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This Region Has the Highest HIV-Related Death Rate in U.S.

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The study also found that nine states accounted for 44 percent of new HIV diagnoses in 2019.

A recent report from the Southern AIDS Coalition and its partners has found that the U.S. South faces an unequal burden when it comes to HIV. The region, according to the report, has the highest rate of HIV-related deaths in the country.

The Southern AIDS Coalition, the Center for Health Policy, and Inequalities Research at Duke University, and the Duke Global Health Institute produced the report, titled HIV in the U.S. Deep South: Trends from 2008-2019. It found that while the Deep South’s nine states possess 29 percent of the country’s population in 2019, it still accounted for almost 44 percent of new HIV diagnoses. Those states are Alabama, Florida, Georgia, Louisiana, Mississippi, North Carolina, South Carolina, Tennessee, and Texas.

The report's release coincided with the third Southern HIV/AIDS Awareness Day on August 20.

“This report documents the most currently available data on HIV epidemiology and describes related sociodemographic, financial and health-related factors that influence the disproportionate burden of HIV in the Deep South,” Susan Reif, a Duke University research associate and author of the report, said in a press release.

Researchers concluded that while there have been improvements in HIV prevention strategies, most people were not on PrEP. The region also has high poverty rates and low insurance coverage compared to other U.S. regions. 

“The continued disproportionate impact of HIV and low PrEP uptake in the Deep South demonstrates a critical need for evidence-based and coordinated strategies at the federal, state, and community levels to effectively address HIV in the region,” the study stated.

Other conclusions from the report include that while the rate of HIV transmission in African-Americans in the Deep South decreased between 2008-2019, the rate was eight times that of white people in the region. The researchers also found that diagnoses of STIs were higher in the Deep South than in other parts of the U.S.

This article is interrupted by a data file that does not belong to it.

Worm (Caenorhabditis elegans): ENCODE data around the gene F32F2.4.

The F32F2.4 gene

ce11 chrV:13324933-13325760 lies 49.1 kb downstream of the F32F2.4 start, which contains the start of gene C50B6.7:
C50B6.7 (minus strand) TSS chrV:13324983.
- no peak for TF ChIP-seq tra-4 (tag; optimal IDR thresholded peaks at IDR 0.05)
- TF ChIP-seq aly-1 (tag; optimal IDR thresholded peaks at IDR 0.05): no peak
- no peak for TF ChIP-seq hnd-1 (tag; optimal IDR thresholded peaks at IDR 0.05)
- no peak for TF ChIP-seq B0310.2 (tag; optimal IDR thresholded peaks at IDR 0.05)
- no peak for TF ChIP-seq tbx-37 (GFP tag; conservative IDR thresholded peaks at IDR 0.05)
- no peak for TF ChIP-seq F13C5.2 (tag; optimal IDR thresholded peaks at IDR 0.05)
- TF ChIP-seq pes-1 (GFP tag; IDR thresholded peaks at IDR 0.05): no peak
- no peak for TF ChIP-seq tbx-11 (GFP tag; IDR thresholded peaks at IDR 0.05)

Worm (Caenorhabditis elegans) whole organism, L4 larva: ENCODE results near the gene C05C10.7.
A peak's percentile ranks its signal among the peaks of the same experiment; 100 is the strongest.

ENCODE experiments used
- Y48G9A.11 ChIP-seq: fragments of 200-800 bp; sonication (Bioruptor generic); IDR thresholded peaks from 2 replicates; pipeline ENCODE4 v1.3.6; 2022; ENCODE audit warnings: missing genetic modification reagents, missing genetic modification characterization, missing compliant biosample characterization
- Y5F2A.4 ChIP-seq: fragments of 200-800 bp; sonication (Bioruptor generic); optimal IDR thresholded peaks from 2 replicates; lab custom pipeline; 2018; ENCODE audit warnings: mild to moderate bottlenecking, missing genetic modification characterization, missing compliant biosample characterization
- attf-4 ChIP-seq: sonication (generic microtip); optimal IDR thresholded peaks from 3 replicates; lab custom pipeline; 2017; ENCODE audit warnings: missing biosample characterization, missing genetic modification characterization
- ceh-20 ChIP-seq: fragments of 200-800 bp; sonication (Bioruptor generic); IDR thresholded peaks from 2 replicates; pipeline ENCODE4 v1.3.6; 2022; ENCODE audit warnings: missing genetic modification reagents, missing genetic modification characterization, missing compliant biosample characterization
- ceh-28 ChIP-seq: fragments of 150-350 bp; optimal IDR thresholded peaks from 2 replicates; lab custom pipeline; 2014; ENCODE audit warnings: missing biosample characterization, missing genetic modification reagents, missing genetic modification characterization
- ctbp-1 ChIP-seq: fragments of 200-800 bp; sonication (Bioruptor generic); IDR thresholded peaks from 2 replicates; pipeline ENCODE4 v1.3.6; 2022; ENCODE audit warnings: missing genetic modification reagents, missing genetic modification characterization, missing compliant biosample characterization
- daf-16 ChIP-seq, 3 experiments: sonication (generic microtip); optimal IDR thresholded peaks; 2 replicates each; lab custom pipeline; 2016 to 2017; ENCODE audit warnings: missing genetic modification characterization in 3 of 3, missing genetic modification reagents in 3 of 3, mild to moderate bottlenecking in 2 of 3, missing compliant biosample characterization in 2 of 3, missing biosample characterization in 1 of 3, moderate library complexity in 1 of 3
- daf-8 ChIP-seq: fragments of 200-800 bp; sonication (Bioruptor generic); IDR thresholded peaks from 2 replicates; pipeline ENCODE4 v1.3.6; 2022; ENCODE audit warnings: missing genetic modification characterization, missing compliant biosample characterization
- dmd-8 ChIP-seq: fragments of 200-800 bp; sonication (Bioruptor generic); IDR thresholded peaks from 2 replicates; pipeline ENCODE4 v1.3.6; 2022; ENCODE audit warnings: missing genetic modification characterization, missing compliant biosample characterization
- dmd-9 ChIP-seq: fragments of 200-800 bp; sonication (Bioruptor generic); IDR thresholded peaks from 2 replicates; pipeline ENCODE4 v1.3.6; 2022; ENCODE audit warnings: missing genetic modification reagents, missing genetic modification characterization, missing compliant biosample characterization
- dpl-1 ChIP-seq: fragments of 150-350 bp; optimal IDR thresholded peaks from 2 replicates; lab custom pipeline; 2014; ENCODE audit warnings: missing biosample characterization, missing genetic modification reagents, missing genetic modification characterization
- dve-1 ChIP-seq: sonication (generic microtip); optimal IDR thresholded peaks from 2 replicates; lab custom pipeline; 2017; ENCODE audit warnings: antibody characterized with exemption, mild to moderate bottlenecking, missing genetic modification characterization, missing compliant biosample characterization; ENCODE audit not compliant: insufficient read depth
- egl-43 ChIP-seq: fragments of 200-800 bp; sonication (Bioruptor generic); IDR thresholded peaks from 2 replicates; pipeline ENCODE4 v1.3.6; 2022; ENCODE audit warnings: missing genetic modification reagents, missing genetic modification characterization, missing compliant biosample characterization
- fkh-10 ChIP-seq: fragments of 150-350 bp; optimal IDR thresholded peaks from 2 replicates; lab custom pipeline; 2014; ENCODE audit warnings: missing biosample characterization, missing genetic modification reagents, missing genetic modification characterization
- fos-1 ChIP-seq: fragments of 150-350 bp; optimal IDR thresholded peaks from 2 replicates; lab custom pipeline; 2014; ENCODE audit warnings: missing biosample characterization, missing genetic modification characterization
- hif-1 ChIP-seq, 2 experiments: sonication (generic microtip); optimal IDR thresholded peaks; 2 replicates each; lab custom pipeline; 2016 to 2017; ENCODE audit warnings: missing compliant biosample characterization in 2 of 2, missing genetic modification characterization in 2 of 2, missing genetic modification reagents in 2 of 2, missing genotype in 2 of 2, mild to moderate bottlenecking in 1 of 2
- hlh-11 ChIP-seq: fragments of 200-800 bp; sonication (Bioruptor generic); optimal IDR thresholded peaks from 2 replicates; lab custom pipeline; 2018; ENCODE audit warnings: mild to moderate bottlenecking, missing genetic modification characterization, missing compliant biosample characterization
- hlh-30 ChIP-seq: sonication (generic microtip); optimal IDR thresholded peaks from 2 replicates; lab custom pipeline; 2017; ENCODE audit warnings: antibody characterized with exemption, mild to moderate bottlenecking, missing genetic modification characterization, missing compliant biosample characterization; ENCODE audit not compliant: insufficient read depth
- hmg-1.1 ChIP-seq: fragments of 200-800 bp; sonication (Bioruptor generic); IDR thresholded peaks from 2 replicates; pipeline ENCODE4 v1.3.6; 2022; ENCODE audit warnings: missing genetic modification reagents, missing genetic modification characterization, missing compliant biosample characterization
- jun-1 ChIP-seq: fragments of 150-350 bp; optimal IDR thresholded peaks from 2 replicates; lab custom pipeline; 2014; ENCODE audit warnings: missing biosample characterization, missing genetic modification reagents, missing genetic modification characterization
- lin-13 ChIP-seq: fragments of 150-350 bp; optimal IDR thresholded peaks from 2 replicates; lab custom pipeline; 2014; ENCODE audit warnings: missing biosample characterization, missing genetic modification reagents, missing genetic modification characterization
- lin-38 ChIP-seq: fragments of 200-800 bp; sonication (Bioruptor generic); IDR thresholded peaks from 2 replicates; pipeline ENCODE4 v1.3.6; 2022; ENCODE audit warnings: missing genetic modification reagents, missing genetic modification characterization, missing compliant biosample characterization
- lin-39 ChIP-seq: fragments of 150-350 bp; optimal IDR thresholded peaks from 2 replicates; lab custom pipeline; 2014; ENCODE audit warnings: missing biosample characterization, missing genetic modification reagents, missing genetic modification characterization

Georgia had the highest number of new HIV diagnoses — 26.2 per 100,000 people. Florida and Louisiana came in second and third, 23.9 and 23 per 100,000 people respectively.

“To successfully respond to ending the HIV epidemic goals by targeting funding and creating and implementing effective HIV prevention and care programs, it is critical to document current HIV epidemiological trends and better understand predisposing and associated influences in the U.S. Deep South,” Reif explained.

Dafina Ward, the executive director of the Southern AIDS Coalition said that in order to confront the epidemic there has to be recognition of the continued systems of oppression and injustice that continue in the region. 

“We can’t just talk about HIV in Southern states without talking about lack of affordable safe housing, lack of Medicaid expansion, and the fact that we don’t have comprehensive sexual health education or protections for LGBTQ+ people in many states,” Ward said. “These are important disparities that run deeper than HIV/AIDS and healthcare and we must call attention to those facts.”

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